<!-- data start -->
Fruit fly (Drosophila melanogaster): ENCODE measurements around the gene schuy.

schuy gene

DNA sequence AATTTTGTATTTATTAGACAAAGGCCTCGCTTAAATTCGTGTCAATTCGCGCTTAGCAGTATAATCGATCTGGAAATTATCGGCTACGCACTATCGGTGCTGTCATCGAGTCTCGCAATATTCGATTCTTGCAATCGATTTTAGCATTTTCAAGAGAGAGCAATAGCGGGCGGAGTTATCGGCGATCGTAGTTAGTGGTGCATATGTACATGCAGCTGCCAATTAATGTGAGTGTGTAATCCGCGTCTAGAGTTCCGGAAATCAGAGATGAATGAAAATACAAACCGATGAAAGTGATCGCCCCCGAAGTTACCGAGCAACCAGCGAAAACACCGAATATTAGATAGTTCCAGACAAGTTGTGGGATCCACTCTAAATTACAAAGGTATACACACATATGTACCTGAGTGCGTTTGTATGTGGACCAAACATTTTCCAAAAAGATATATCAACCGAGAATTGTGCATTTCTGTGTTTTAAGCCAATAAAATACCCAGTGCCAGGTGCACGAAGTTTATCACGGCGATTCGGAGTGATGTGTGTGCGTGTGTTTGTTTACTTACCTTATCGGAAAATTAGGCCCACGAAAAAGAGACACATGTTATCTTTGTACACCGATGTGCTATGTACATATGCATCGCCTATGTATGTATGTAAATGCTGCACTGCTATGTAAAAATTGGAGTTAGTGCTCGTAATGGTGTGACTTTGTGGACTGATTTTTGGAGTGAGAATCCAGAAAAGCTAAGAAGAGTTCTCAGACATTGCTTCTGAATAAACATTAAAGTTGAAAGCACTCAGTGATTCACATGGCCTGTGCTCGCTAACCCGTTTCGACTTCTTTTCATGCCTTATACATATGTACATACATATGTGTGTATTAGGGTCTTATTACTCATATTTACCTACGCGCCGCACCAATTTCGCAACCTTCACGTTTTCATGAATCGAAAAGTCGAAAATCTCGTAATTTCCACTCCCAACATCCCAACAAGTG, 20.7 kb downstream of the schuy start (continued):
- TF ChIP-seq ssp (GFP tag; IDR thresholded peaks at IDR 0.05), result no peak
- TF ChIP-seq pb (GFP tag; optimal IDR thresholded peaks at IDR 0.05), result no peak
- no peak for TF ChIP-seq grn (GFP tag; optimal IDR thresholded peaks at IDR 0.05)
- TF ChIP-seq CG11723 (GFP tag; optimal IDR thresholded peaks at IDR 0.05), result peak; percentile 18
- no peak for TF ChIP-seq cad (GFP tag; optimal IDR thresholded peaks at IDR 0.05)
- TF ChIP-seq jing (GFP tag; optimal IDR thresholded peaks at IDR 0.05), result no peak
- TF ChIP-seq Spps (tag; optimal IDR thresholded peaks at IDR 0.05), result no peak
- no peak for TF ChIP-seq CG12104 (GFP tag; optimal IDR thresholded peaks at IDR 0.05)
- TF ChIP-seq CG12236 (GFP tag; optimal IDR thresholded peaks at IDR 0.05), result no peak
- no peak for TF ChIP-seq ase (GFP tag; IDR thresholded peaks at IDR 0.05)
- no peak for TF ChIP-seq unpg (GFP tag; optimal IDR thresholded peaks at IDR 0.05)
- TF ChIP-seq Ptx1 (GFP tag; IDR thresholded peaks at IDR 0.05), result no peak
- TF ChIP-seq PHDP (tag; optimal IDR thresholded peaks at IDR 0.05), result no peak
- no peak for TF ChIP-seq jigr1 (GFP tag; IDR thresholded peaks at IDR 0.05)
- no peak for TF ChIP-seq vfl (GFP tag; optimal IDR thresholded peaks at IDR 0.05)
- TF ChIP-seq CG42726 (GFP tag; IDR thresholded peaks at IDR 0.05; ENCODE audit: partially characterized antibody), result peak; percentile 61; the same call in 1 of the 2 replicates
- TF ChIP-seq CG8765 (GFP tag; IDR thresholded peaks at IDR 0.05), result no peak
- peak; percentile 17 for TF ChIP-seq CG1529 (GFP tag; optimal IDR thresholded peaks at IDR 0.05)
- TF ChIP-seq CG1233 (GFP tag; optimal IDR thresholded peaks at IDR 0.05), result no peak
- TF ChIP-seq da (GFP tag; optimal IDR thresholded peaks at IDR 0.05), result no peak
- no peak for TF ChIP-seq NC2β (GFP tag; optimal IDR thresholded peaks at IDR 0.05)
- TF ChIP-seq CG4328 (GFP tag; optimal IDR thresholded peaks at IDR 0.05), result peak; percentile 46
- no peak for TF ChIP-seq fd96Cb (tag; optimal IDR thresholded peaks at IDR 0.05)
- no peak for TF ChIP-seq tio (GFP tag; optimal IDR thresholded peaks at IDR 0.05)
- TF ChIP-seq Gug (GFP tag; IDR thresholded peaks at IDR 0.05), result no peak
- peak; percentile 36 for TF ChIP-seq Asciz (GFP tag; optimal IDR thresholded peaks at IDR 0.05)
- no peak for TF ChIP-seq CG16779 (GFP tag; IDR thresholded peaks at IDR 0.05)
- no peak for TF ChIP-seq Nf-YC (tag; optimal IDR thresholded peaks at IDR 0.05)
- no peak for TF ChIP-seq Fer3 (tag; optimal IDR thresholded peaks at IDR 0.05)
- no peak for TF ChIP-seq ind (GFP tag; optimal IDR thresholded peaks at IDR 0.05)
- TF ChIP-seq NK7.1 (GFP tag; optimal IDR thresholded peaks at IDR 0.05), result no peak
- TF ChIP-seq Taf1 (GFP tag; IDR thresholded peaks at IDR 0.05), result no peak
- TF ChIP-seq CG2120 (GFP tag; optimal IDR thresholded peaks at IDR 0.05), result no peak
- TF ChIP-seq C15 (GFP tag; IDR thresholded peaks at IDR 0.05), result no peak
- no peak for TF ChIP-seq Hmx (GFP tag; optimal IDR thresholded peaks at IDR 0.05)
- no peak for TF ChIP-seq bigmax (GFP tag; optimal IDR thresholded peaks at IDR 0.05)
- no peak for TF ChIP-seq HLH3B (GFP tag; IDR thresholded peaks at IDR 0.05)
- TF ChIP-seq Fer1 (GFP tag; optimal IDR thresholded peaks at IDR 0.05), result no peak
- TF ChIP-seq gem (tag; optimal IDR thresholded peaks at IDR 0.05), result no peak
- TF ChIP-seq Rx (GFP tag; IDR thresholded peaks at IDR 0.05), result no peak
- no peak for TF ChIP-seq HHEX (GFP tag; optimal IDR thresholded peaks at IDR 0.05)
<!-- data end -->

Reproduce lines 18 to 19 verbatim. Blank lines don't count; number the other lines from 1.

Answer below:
- no peak for TF ChIP-seq vfl (GFP tag; optimal IDR thresholded peaks at IDR 0.05)
- TF ChIP-seq CG42726 (GFP tag; IDR thresholded peaks at IDR 0.05; ENCODE audit: partially characterized antibody), result peak; percentile 61; the same call in 1 of the 2 replicates